There can be no excuses for not getting our spiritual house in order -- before it's too late.
Sometimes, even a humanities major like me conducts an experiment. I Googled: “The snooze button is evil.” The results: 145,000 hits in 0.39 seconds. I looked at the first page, and I saw that titles of some of the hits included: “Is the Snooze Button Bad for You?”; “Why Hitting the Snooze Button Will Screw Up Your Entire Day”; “Why the Snooze Button Is Ruining Your Sleep”; “Snoozers in Fact, Are Losers” (not a surprise to have a rhyming title from the New Yorker magazine); and perhaps the most authoritative-sounding: “The History of Snooze Clocks & Why They Are Evil.” It doesn’t take much insight or imagination to predict their content.
I made a more specific search: “The snooze button will endanger your salvation.” Results: 28,300 hits in 0.63 seconds. Some of the tiles seemed directly relevant: “Are You Pressing the Spiritual Snooze Button?” and “How to Stop Slapping Your Spiritual Snooze Button.” But most seemed to link to sermons for kids, and I wasn’t a quarter down page two of the results before I got to photos of cats.
I further specified my search: “Hitting the snooze button may cause you to sleep through the apocalypse.” Results: 84,600 hits in 0.64 seconds. The only hit that really stood out for me was: “5 Extreme Alarm Clocks to Make Damn Sure You Get Up Each Morning.” I found the “Defusable Bomb Alarm” to be the most…well…alarming…None that I could see actually mentioned the apocalypse, so I think I’m on to something new here.
Having lived in parts of the Third World where getting up before dawn and working till well after dark was the only way to stay alive, I see the literature documenting and reflecting on the drama of staying in one’s comfy bed (“Just ten more minutes—I mean it this time!”) to be more of a, as they say, “First World problem.” In other words, you are not accustomed to facing mortal danger or clear moral peril if the snooze button is the major issue in your life.
Nonetheless, I think I can make a non-trivial case that this frame of mind behind the snooze button (i.e., “I can always make at least a small excuse”) is a true spiritual danger.
- It reinforces the illusion that there is always more time. (But we know that illusion is an illusion: www.searchquote.com has 18973 pages filed under, “Death comes for us all.”)
- It reinforces the illusion that we can hide from the powers of life and death that will demand an account of us. (Scripture rejects that illusion—Psalm 139.)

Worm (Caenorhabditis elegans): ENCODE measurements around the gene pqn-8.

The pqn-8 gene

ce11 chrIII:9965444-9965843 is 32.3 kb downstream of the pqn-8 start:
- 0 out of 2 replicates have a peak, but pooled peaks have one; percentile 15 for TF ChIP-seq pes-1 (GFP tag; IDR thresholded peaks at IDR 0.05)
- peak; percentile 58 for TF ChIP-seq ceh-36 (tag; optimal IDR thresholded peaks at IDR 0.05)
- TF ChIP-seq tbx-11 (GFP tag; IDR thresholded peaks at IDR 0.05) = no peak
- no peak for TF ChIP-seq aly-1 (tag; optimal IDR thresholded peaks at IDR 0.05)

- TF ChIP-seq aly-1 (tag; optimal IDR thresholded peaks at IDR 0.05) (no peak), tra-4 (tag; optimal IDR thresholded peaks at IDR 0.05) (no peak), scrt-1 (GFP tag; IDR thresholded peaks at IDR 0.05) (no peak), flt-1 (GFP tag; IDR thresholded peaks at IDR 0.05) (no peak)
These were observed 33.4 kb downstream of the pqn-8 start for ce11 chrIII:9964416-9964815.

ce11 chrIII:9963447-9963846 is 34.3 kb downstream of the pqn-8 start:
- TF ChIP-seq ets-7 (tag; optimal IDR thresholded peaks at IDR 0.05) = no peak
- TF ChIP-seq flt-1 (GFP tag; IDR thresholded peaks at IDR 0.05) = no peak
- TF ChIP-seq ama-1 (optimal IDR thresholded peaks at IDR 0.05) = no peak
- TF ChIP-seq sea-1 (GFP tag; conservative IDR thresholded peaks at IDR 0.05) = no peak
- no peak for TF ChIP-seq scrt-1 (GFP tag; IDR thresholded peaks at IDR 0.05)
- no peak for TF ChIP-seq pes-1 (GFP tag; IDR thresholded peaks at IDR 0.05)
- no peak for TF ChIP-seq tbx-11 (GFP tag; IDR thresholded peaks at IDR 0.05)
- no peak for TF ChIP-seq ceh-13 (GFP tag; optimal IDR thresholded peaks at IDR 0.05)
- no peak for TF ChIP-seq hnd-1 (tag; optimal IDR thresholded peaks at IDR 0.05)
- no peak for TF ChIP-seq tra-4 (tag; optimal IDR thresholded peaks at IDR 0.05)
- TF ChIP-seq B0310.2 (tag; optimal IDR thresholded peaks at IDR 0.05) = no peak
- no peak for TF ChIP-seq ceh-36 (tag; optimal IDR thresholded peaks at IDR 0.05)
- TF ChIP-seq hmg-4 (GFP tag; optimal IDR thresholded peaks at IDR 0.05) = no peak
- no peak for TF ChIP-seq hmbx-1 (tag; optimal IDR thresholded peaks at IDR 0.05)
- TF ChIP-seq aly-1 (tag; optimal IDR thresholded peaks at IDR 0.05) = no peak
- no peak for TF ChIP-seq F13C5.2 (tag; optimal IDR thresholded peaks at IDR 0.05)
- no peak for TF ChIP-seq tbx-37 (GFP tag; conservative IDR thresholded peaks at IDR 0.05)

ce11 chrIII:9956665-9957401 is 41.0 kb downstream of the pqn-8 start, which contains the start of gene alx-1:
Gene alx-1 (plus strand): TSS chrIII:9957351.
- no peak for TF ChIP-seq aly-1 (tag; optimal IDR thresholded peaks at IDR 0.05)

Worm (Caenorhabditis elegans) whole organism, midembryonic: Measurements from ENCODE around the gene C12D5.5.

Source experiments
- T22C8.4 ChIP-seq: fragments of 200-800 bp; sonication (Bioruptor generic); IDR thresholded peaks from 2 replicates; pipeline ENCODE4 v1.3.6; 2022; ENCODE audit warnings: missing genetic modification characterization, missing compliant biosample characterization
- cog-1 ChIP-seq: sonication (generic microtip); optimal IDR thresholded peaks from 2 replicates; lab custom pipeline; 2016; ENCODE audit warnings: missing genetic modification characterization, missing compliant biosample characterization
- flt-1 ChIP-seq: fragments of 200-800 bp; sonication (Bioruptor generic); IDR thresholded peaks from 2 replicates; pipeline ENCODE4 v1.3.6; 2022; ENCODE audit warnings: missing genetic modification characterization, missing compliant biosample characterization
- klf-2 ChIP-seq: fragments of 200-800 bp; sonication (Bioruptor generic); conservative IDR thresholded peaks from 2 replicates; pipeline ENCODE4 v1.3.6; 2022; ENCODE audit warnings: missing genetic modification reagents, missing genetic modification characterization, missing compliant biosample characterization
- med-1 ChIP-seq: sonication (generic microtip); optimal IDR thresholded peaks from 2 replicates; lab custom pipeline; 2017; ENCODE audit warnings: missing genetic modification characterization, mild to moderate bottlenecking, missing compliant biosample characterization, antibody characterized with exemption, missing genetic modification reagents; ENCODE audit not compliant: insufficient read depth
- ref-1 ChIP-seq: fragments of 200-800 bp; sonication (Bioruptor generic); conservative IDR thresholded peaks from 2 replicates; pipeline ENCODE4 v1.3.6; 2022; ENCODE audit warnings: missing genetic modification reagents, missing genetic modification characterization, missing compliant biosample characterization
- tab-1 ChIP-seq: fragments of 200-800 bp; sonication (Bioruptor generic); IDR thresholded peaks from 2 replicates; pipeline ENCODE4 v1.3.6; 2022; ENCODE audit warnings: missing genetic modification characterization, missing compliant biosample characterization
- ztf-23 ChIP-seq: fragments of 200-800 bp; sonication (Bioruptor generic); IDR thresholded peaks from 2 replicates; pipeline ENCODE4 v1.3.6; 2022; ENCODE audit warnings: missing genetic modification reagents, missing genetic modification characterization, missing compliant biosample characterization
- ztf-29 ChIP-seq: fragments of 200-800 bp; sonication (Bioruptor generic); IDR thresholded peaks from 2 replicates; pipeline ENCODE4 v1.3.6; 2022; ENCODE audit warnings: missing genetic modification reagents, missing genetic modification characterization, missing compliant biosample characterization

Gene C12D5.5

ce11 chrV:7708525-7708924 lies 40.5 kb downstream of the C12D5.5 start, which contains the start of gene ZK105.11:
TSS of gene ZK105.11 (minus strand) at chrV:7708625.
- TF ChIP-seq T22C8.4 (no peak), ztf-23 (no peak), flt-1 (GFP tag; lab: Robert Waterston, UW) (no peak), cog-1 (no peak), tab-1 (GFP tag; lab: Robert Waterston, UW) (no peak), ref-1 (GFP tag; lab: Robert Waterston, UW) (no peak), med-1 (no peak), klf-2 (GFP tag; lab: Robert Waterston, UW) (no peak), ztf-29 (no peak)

The problem is not with the snooze button itself. Snooze buttons don’t make us snooze, any more than bottles of beer make us drunk.Here is the central problem that the snooze button symbolizes. The problem is that we are unwilling to order our lives in such a way as to make hiding from our duties unthinkable. Instead, the snooze button offers the seductive promise of an escape, however brief, from the demands of life. Where order is needed, the snooze button facilitates disorder.
That high tolerance for excuses is hard to reconcile with our Christian discipleship, when our Lord promises to return “like a thief in the night.” (Matthew 24:43.) That tolerance for excuses is hard to reconcile with Saint Peter’s admonition that we stay “sober and alert.” (1 Peter 5:8.)
- You are convinced, without any doubt, that at any moment you may face a threat to your life or your salvation.
- You are convinced, without any doubt, that at any moment you may be called upon to rescue a human life or a human soul.
- You are convinced, without any doubt, that God will judge your readiness to face such challenges.
If you were so convinced, how would you order your life? And would you tolerate a snooze button?
The fact is that each of us may be called upon, unexpectedly, to testify to our faith at gunpoint, to put our bodies between evil and innocents, or be prepared to be plundered by the state because of our faith. And all of us, certainly, will have to face God and give an account of our lives. We all want the illusion of being able to hide, at least a little while, from the inconveniences and trials of life, as well as the demands of eternal life. But what we are reaching for when we reach for the snooze button (in whatever shape it takes) is just that—an illusion. If we are honest with ourselves, we will admit that we can’t afford the luxury of illusions.
Now that you have been reminded of all this, how will you plan your life? Will your plan include a snooze button?
When I write next, I will speak about what parents often overlook about their children. Until then, let’s keep each other in prayer.
Father Robert McTeigue, S.J. is a member of the Maryland Province of the Society of Jesus. A professor of philosophy and theology, he has long experience in spiritual direction, retreat ministry, and religious formation. He teaches philosophy at Ave Maria University in Ave Maria, FL, and is known for his classes in both Rhetoric and in Medical Ethics.